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1890 Agroforestry Consortium

The 1890 Agroforestry Consortium is a team of 1890 land-grant university and USDA government agency partners. Its mission is to develop and advance agroforestry research, teaching, and extension among the 1890 land-grant universities plus Tuskegee University, using multi-disciplinary teams of faculty and staff working in partnership with government agencies and other entities. This initiative will significantly expand 1890 university agroforestry partnership opportunities with NIFA, Forest Service, and NRCS.

Many small farms and woodland owners are reluctant to produce tree-based products using traditional forestry practices because of the lag time between planting and income generation. Agroforestry is a land use practice that combines the production of agricultural crops with that of timber and other tree-based products. Agroforestry offers advantages over forestry in producing agricultural products throughout the life of the tree so that income flow is not interrupted. Agroforestry was identified by the USDA Advisory Committee on Small Farms in their report “Building on A Time to Act” as a means of increasing the sustainability of small farms. However, agroforestry is a new land use practice in the United States and requires further research, education, and outreach activities if adoption by landowners is to increase.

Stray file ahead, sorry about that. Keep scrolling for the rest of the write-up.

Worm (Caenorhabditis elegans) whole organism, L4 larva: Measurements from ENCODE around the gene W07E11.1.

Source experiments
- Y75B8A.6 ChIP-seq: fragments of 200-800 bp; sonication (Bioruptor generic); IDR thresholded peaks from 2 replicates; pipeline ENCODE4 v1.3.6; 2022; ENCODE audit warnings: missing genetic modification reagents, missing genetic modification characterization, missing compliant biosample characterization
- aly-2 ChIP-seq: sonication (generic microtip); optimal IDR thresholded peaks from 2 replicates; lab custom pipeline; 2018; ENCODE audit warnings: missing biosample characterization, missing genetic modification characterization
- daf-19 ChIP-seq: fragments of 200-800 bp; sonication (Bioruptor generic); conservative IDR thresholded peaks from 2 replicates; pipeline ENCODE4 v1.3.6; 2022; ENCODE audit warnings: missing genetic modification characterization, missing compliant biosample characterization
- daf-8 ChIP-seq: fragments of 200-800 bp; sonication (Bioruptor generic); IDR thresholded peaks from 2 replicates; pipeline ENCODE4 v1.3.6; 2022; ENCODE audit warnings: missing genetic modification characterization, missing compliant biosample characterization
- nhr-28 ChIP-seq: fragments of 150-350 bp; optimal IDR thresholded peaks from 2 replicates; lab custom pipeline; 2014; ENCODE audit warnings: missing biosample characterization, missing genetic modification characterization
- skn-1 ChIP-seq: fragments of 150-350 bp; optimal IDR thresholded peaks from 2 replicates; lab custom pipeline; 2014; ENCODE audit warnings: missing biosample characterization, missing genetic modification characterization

The agricultural and forestry professionals are ideally positioned to lead research, education, and extension activities because of their long-standing commitment and success in serving small farmers, small woodland owners, alternative farming practice operators, cooperatives owners/managers and collaborators.

The consortium’s strategic directions are:

  • develop and/or enhance agroforestry capabilities at the 1890s;
  • collaborate with other institutions;
  • identify agroforestry research, education, and extension needs;
  • advocate for agroforestry; and
  • create and foster international linkages

The consortium is developing an organizational structure, business plan, and communication strategy.

Consortium members are:

Gwendolyn Boyd, Assistant Professor-Agriculture, Alcorn State University
George Brown, Retired, Alabama A&M University
Rory Fraser, Assistant Professor-Soil and Plant Science, Alabama A&M University
James Hill, 1890 SARE Liaison, Fort Valley State University
Joshua Idassi¸ Consortium Chair, NIFA Summer Fellow, and Extension Forester, Tennessee State University
Fulbert Namwamba, Assistant Professor-Urban Forestry, Southern University
Jim Robinson, USDA NRCS Agroforester
Karl Dalla Rosa, Forest Stewardship Program Manager, USDA Forest Service
Pete Roussopoulos, Director, Southern Research Station, USDA Forest Service
Greg Ruark, Director of the USDA National Agroforestry Center,
Catalino Blanche, NIFA Forest Biology National Program Leader
Eric Norland, NIFA Forest Resources Management National Program Leader

For more information, contact Catalino Blanche, Eric Norland, or Joshua Idassi, jidassi@tnstate.edu.

 

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